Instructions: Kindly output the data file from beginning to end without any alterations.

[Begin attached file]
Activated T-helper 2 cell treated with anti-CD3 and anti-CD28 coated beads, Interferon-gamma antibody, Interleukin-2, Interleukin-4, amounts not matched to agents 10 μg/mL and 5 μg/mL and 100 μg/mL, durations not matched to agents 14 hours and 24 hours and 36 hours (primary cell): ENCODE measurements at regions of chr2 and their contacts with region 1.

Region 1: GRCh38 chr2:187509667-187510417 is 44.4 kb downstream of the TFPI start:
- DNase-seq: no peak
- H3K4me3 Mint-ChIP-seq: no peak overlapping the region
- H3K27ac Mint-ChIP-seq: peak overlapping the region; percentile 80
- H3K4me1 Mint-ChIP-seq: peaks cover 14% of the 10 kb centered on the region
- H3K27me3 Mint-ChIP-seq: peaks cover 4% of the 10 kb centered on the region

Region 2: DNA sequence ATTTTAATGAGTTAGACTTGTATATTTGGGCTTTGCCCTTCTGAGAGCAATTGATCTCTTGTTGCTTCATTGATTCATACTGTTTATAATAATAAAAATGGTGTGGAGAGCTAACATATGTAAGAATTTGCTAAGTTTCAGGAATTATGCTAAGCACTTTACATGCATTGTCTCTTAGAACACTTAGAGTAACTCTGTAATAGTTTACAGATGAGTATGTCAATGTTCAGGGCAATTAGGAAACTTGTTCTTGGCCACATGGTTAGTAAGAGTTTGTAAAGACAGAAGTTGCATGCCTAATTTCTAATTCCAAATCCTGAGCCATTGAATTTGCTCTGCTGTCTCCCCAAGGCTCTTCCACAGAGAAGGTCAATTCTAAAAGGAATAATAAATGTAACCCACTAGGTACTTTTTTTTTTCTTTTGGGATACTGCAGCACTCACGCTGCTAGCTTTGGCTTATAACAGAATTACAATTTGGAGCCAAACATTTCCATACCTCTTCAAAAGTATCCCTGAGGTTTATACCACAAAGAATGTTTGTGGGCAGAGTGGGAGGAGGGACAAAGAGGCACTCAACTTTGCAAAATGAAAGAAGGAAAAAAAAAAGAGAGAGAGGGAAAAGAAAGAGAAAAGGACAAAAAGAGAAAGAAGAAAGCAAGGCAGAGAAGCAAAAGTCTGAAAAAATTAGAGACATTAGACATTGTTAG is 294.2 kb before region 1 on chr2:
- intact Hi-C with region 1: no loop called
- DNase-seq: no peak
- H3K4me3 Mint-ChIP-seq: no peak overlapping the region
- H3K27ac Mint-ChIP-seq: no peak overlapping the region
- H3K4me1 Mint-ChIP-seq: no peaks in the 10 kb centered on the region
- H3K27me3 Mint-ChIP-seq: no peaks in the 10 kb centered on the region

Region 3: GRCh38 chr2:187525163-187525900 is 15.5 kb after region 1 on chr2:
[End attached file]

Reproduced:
Activated T-helper 2 cell treated with anti-CD3 and anti-CD28 coated beads, Interferon-gamma antibody, Interleukin-2, Interleukin-4, amounts not matched to agents 10 μg/mL and 5 μg/mL and 100 μg/mL, durations not matched to agents 14 hours and 24 hours and 36 hours (primary cell): ENCODE measurements at regions of chr2 and their contacts with region 1.

Region 1: GRCh38 chr2:187509667-187510417 is 44.4 kb downstream of the TFPI start:
- DNase-seq: no peak
- H3K4me3 Mint-ChIP-seq: no peak overlapping the region
- H3K27ac Mint-ChIP-seq: peak overlapping the region; percentile 80
- H3K4me1 Mint-ChIP-seq: peaks cover 14% of the 10 kb centered on the region
- H3K27me3 Mint-ChIP-seq: peaks cover 4% of the 10 kb centered on the region

Region 2: DNA sequence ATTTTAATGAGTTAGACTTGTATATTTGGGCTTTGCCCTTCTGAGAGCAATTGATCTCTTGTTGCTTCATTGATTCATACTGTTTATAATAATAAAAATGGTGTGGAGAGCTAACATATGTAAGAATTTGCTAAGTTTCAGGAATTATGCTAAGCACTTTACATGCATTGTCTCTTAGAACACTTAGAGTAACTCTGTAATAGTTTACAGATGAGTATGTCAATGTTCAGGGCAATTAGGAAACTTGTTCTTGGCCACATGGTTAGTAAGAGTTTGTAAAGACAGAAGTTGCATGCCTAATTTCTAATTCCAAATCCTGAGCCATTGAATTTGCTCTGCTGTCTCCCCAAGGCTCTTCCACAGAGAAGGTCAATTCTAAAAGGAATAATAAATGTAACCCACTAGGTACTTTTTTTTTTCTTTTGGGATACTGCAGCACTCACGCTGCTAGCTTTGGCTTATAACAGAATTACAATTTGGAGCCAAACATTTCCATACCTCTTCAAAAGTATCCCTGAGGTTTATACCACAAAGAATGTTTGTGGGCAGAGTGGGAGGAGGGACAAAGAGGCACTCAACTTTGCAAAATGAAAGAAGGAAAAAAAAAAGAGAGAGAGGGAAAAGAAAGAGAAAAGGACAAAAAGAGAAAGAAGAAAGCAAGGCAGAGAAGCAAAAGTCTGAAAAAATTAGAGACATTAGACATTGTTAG is 294.2 kb before region 1 on chr2:
- intact Hi-C with region 1: no loop called
- DNase-seq: no peak
- H3K4me3 Mint-ChIP-seq: no peak overlapping the region
- H3K27ac Mint-ChIP-seq: no peak overlapping the region
- H3K4me1 Mint-ChIP-seq: no peaks in the 10 kb centered on the region
- H3K27me3 Mint-ChIP-seq: no peaks in the 10 kb centered on the region

Region 3: GRCh38 chr2:187525163-187525900 is 15.5 kb after region 1 on chr2: